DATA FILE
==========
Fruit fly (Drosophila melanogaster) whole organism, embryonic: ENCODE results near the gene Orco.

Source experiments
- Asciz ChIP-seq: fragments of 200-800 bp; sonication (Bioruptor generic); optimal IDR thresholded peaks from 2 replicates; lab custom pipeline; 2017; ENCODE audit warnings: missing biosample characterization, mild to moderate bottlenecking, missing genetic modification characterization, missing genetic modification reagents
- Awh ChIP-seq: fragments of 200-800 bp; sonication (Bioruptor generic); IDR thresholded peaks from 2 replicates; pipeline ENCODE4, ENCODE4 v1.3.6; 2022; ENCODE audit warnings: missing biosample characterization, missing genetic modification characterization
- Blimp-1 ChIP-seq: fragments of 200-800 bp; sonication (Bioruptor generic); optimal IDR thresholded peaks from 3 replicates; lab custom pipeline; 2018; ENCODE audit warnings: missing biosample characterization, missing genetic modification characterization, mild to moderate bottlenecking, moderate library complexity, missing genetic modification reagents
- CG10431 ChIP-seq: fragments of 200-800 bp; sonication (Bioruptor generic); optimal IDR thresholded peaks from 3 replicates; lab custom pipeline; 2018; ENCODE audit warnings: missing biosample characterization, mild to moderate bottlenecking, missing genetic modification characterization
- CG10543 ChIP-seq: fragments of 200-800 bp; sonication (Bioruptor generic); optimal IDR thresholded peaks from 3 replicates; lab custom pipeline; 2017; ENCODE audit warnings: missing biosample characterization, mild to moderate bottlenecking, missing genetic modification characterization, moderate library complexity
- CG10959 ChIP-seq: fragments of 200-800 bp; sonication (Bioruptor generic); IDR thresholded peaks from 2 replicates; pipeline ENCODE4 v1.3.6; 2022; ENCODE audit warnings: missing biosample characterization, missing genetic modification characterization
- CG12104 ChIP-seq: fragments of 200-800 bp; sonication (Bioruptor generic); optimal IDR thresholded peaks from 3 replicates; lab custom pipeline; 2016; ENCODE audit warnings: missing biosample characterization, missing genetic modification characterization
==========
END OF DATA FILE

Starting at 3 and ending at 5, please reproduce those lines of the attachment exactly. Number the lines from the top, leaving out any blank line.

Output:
- Asciz ChIP-seq: fragments of 200-800 bp; sonication (Bioruptor generic); optimal IDR thresholded peaks from 2 replicates; lab custom pipeline; 2017; ENCODE audit warnings: missing biosample characterization, mild to moderate bottlenecking, missing genetic modification characterization, missing genetic modification reagents
- Awh ChIP-seq: fragments of 200-800 bp; sonication (Bioruptor generic); IDR thresholded peaks from 2 replicates; pipeline ENCODE4, ENCODE4 v1.3.6; 2022; ENCODE audit warnings: missing biosample characterization, missing genetic modification characterization
- Blimp-1 ChIP-seq: fragments of 200-800 bp; sonication (Bioruptor generic); optimal IDR thresholded peaks from 3 replicates; lab custom pipeline; 2018; ENCODE audit warnings: missing biosample characterization, missing genetic modification characterization, mild to moderate bottlenecking, moderate library complexity, missing genetic modification reagents